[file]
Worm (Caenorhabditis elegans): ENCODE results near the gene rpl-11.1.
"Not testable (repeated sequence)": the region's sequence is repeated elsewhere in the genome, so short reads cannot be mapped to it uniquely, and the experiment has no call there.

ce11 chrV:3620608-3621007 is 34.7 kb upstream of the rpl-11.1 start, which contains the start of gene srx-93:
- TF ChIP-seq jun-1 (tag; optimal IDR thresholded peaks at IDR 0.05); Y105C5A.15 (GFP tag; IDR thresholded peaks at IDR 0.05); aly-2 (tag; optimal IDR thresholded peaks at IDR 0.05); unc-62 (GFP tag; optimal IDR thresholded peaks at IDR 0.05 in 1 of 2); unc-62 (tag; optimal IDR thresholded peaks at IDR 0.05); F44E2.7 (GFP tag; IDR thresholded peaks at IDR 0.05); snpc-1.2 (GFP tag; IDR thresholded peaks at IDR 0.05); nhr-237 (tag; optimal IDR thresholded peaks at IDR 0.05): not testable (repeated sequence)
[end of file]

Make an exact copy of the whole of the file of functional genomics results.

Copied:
Worm (Caenorhabditis elegans): ENCODE results near the gene rpl-11.1.
"Not testable (repeated sequence)": the region's sequence is repeated elsewhere in the genome, so short reads cannot be mapped to it uniquely, and the experiment has no call there.

ce11 chrV:3620608-3621007 is 34.7 kb upstream of the rpl-11.1 start, which contains the start of gene srx-93:
- TF ChIP-seq jun-1 (tag; optimal IDR thresholded peaks at IDR 0.05); Y105C5A.15 (GFP tag; IDR thresholded peaks at IDR 0.05); aly-2 (tag; optimal IDR thresholded peaks at IDR 0.05); unc-62 (GFP tag; optimal IDR thresholded peaks at IDR 0.05 in 1 of 2); unc-62 (tag; optimal IDR thresholded peaks at IDR 0.05); F44E2.7 (GFP tag; IDR thresholded peaks at IDR 0.05); snpc-1.2 (GFP tag; IDR thresholded peaks at IDR 0.05); nhr-237 (tag; optimal IDR thresholded peaks at IDR 0.05): not testable (repeated sequence)